Throwback Thursday: Thoughts on Obedience

(Originally written once upon a time when someone thought it would be a good idea to let me speak in church 🙂 )

I believe that God has an invitation for his people today and I think that he would say to us what he said to Peter in John 21.  The invitation is “follow me.”  Peter had heard these words before, at the beginning of Jesus’ ministry, and had responded in the best way that he knew how.  But a lot had happened between then and now.  Peter had messed up, big time.  In Jesus’ darkest days, Peter had first followed at a distance, and then denied his Savior outright.  But here is Jesus, walking along the shore, reaching out again.

 This “follow me” doesn’t mean “come check out my claims, maybe you should give this faith thing a try.”  Peter had already done that.  And most of us have too.  Instead, Jesus’ words are an invitation to intense obedience.  It’s as if Jesus is saying “I know you.  I’ve seen who you are when it really matters.  But I am Grace.  I am Redemption.  I love you—deeply, passionately and I want all of you.  I want your best.”

Today, I believe that Jesus is inviting us too.  He wants all of us.  He wants our best.  Not just our good intentions.  Not just our good theology.  He wants us to trust him with our time, our passion, our money.  I don’t know what your response to the invitation to follow Christ needs to look like.  I don’t know what he is calling you to give.  But I do know that if we take his invitation to intense obedience seriously, it will change our lives, and our church.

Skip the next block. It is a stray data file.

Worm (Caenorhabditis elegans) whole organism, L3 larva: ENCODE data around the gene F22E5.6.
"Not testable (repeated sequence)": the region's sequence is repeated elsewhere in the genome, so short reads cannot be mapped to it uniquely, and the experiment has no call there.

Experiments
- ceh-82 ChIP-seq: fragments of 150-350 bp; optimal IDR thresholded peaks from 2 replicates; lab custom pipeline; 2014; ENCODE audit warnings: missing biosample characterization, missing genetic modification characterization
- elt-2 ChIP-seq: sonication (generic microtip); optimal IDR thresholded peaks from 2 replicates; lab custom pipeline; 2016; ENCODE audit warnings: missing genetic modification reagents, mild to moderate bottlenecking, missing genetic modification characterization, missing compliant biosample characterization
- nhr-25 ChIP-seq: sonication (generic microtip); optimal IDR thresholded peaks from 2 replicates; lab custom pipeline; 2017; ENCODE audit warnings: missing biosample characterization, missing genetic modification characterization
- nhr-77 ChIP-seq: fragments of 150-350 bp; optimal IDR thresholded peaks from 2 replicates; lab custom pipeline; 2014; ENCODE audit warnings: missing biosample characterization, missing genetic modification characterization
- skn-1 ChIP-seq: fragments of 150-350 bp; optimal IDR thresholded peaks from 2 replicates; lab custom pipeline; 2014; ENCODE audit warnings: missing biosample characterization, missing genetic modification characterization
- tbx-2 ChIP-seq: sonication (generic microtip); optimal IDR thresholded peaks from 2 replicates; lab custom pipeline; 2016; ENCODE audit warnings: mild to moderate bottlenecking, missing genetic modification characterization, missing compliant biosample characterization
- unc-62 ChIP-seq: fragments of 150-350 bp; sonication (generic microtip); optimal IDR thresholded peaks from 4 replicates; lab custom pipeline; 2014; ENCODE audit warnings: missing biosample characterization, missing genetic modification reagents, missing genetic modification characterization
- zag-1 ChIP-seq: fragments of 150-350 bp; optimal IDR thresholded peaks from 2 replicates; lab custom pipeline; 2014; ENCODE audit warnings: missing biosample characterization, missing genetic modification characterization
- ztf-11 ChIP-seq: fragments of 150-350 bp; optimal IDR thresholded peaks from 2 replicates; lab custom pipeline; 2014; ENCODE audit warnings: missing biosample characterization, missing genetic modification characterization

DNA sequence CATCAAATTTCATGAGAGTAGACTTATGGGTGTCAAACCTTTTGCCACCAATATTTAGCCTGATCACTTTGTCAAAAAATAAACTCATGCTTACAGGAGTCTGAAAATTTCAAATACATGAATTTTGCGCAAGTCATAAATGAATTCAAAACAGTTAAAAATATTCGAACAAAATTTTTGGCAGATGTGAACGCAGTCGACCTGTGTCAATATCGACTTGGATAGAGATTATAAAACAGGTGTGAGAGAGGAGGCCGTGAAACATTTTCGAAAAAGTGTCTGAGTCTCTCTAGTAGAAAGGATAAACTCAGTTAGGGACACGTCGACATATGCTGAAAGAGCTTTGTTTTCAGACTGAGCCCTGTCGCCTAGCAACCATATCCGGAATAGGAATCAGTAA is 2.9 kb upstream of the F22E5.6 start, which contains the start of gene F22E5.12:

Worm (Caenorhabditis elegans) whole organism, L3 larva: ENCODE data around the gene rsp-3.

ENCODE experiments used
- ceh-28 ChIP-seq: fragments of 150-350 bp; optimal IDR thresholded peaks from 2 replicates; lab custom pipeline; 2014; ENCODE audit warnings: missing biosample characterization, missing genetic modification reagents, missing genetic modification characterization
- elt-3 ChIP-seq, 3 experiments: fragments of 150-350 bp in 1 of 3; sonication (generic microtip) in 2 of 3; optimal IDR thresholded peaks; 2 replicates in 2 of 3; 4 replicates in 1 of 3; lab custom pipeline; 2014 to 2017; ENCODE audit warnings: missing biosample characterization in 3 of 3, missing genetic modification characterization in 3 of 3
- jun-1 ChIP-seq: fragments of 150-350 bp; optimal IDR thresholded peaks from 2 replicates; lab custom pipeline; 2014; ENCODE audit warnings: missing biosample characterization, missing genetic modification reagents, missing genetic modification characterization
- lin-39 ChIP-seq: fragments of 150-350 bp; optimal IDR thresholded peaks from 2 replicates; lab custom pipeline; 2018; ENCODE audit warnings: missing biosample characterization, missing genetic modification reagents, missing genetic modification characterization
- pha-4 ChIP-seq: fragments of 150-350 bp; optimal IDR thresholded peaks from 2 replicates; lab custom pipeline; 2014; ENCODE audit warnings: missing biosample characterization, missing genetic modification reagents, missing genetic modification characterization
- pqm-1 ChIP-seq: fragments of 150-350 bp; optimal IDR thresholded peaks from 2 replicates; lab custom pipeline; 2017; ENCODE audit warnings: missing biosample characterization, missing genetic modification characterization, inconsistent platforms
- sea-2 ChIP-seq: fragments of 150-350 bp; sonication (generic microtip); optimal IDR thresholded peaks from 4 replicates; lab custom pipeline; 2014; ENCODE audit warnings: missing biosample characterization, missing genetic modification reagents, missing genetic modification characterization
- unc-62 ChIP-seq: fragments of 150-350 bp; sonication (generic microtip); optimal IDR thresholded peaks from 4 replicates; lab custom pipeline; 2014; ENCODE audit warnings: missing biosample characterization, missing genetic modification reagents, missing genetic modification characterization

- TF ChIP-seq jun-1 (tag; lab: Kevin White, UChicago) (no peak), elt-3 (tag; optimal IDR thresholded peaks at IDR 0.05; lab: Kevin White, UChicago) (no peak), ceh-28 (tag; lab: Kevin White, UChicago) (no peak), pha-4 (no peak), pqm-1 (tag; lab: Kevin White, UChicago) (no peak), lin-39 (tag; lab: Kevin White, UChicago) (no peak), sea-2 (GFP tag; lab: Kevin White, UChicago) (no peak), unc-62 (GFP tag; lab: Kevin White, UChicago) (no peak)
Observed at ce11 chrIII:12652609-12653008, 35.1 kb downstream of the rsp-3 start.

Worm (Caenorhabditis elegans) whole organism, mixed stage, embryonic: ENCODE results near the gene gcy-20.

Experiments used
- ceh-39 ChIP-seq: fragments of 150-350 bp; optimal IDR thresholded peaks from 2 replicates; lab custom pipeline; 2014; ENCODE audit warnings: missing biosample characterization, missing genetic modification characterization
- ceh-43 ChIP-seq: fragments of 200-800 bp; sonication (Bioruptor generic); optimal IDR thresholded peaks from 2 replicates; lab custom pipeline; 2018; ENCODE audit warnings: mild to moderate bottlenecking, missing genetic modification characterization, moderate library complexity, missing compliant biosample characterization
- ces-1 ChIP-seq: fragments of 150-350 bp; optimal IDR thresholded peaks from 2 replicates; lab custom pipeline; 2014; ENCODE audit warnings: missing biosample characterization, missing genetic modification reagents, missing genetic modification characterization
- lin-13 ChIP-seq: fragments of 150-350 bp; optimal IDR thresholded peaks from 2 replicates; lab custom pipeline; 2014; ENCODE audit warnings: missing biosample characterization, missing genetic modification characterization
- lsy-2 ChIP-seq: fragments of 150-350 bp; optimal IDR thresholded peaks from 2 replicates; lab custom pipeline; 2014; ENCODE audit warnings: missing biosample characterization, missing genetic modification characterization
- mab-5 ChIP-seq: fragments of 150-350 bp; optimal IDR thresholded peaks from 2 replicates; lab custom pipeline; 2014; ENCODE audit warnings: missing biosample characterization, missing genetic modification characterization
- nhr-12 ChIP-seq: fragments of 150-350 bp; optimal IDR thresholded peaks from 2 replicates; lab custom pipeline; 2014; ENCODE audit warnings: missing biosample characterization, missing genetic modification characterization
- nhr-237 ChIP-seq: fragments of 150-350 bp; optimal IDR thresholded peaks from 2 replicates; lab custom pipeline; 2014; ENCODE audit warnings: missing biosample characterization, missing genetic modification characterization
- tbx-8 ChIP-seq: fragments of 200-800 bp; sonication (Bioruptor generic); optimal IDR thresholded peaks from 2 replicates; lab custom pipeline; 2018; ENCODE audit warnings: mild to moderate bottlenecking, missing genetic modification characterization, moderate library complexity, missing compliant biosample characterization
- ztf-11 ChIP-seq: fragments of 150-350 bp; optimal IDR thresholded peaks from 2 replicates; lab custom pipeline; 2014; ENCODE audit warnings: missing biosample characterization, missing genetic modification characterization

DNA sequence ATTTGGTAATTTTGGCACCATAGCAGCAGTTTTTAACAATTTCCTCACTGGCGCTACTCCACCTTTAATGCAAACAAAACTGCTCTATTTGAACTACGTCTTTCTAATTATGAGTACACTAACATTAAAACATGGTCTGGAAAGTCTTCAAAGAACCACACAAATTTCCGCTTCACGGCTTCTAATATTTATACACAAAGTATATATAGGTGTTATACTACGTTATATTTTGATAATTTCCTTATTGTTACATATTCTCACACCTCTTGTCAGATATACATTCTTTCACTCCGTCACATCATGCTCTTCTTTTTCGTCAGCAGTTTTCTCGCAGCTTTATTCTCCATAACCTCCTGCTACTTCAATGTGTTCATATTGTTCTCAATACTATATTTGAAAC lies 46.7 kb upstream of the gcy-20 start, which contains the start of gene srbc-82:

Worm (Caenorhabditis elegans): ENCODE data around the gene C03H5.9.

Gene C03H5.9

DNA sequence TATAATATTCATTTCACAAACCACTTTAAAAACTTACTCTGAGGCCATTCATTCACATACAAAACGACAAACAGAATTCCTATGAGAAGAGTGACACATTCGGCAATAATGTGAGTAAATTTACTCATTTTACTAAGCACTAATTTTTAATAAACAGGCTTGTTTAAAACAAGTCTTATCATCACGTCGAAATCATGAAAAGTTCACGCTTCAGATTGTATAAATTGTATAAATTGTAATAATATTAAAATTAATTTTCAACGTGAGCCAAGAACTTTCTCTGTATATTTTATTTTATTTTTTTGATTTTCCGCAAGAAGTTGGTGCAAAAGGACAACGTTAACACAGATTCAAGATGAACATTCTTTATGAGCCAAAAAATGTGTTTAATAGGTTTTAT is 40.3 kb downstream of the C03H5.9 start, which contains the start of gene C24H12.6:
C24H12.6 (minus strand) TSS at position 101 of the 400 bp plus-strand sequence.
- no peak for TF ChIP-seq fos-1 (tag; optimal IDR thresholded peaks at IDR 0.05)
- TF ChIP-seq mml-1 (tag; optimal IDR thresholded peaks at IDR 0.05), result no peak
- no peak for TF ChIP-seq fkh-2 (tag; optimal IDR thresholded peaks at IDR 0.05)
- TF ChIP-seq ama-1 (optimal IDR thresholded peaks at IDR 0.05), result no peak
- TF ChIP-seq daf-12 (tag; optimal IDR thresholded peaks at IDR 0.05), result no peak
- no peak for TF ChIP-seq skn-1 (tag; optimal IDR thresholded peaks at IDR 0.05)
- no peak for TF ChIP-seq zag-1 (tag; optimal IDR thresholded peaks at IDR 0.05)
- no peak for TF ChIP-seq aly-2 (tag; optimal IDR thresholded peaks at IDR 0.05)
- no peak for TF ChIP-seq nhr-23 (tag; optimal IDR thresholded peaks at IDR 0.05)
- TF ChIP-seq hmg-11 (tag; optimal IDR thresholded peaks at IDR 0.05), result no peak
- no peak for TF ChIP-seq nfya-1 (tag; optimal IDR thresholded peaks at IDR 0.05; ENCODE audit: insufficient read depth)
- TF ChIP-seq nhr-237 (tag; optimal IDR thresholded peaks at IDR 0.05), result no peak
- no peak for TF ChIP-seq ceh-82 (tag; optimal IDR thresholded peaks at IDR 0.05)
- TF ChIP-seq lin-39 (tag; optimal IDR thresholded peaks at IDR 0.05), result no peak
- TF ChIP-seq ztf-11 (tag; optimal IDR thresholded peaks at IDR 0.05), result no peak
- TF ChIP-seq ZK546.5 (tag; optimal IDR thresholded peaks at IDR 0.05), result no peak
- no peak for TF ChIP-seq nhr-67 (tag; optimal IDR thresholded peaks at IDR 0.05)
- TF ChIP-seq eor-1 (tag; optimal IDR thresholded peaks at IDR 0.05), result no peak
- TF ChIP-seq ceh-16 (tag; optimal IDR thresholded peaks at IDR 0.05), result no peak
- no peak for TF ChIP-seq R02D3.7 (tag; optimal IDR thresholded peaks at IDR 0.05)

I know that one of the obstacles that I have to confront when Jesus challenges me to give more generously is fear.  Somehow, even though I have experienced his provision again and again, my memory is short.

Allow me to jog our memories this morning.  The God who asks for our best is the God described in the Old Testament as El Shaddai… the Almighty and All-Sufficient One.

The God who asks for our best is the God who provided a pillar of cloud and a pillar of fire to lead Moses and his people through the Red Sea.

The God who asks for our best is the God who provided the Ark of the Covenant to lead Joshua and his people through the Jordan River.